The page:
After the front fork was on I installed the brakes. I used Avid BB7 mechanical disc brakes with a 200mm rotor up front and a 180mm rotor in back. Between the Speed Dial 7 levers and BB7 calipers I used Jagwire's Mountain Pro cable kit. The cable kit uses compressionless housing that outperforms standard brake cable housing. This brake system is perfect for me because it has simple brake pad adjustment without having to mess around with bleeding hydraulic brakes. But most importantly, it will be able to stop myself and the huge 29+ wheels with the added performance of large discs and compressionless housing.

The Jagwire cable housing was difficult to cut and get the cable ends on. Its strong cable and the cable ends are a very tight fit. I strongly recommend using a good sharp set of cable cutters and having some patience when installing these.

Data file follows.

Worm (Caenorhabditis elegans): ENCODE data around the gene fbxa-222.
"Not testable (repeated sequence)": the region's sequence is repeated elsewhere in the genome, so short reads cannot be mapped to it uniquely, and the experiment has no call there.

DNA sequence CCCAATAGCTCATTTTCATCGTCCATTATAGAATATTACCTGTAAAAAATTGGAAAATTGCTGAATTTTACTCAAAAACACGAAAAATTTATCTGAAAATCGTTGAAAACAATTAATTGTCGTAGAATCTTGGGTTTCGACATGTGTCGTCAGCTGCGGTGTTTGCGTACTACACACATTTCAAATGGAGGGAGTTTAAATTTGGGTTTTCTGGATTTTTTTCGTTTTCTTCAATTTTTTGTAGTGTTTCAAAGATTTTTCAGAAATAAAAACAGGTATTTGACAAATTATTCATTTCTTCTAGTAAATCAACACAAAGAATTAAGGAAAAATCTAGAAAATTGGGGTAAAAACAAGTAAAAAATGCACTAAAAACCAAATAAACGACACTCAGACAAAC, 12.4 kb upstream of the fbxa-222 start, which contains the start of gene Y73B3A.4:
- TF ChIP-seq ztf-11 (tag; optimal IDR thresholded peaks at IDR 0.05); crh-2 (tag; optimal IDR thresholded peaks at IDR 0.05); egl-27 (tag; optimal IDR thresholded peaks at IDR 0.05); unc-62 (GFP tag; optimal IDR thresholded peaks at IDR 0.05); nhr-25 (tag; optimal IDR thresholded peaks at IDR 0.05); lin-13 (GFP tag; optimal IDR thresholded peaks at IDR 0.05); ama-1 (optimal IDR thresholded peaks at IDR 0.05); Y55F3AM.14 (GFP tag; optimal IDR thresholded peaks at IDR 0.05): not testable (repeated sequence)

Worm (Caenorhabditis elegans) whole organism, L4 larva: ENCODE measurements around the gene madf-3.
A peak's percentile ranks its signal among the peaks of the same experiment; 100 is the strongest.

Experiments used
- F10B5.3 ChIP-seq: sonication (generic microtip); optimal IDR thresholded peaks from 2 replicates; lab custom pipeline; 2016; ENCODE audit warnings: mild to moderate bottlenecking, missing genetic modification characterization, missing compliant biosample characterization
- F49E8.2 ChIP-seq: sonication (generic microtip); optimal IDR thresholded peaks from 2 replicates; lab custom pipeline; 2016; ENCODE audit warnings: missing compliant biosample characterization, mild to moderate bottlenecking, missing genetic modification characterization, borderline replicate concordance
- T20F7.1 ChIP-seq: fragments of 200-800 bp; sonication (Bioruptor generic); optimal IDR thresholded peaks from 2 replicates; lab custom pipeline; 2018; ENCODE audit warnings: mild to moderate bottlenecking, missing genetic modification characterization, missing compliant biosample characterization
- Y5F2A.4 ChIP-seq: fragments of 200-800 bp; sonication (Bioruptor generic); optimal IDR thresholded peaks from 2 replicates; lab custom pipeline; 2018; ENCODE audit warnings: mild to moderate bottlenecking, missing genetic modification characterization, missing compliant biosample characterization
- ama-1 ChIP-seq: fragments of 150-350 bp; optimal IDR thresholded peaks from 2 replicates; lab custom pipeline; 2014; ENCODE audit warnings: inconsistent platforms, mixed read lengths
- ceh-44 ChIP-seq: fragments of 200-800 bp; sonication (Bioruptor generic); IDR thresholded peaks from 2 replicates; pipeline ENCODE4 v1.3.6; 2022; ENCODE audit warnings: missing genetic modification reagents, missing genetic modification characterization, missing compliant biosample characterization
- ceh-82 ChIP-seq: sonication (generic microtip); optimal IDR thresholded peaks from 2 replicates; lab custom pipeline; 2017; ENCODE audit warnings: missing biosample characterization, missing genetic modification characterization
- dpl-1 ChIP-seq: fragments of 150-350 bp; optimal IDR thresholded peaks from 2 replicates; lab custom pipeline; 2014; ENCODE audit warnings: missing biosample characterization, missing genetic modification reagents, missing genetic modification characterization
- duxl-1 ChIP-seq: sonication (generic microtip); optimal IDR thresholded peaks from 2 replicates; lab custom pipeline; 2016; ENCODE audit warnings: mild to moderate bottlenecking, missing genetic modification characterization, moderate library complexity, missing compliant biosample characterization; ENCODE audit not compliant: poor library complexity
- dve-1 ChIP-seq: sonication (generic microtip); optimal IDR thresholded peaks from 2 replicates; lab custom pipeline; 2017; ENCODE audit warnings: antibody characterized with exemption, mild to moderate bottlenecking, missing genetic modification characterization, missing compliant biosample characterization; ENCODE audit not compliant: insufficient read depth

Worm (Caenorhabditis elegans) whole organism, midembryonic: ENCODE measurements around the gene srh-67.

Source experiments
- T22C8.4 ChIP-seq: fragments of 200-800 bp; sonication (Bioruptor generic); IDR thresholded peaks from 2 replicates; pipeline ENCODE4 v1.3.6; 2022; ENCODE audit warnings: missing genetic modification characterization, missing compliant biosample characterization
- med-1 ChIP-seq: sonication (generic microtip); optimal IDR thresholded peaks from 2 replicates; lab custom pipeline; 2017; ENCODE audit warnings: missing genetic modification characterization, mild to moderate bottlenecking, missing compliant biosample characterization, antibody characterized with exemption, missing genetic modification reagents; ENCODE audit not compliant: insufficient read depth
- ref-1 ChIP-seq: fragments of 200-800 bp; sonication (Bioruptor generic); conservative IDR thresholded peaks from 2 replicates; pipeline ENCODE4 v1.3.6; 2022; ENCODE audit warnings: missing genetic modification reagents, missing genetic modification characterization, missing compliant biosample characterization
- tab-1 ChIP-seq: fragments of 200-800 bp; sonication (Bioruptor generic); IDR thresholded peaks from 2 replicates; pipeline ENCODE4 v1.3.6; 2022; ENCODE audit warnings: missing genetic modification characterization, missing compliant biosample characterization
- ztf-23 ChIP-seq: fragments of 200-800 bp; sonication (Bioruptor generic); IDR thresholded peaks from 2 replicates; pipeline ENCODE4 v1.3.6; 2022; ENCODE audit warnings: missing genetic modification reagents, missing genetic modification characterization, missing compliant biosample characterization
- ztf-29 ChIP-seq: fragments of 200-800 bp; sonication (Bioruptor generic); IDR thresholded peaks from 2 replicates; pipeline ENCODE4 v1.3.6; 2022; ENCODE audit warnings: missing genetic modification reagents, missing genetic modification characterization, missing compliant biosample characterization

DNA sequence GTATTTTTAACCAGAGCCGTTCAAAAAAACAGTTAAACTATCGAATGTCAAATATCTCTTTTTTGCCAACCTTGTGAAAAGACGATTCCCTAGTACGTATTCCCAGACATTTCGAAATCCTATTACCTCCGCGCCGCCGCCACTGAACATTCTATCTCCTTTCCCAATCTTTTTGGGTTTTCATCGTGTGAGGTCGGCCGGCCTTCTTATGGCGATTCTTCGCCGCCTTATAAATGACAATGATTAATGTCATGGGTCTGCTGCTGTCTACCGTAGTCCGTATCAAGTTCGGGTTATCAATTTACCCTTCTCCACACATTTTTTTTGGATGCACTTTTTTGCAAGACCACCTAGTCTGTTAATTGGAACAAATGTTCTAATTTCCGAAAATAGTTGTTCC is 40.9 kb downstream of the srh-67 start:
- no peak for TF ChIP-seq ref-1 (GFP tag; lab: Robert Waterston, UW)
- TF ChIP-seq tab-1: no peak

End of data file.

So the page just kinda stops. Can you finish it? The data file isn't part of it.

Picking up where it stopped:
Avid BB7 brakes installed front and back.
Brake rotors shown later on.

Avid Speed Dial 7 Levers

Rear Avid BB7 black with 180mm rotor

DT Swiss Centerlock to 6 bolt adapter. The Avid BB7
kit came with a 6 bolt disc so I am using this adapter.

Front Avid BB7 black with 200mm rotor 

After installing the brakes came the long process of lacing, truing and mounting the wheels. This was the most complex part of building this bike and deserves a post on its own. (Link to 29 Plus Wheel Build for more details.)

For the wheels I used Raceface Arc 40 rims, DT Swiss Competition spokes, DT Swiss 240s SS rear hub and a Jones 135/142 front hub. With this basic wheel set I used some generic rim tape, two Schwalbe 29+ tubes and a pair of WTB Ranger 29x3.0 tires. These tires are the lightest affordable 29+ tires I could find. They also work great on trails and don't feels like a drag on the pavement. They were however the most difficult tire I have ever had to mount. It was an extremely tight fit getting them on the rim and took several inflations up to around 40psi to get them seated. I hope the bead stretches a little or these will be a pain if I ever get a flat mid ride.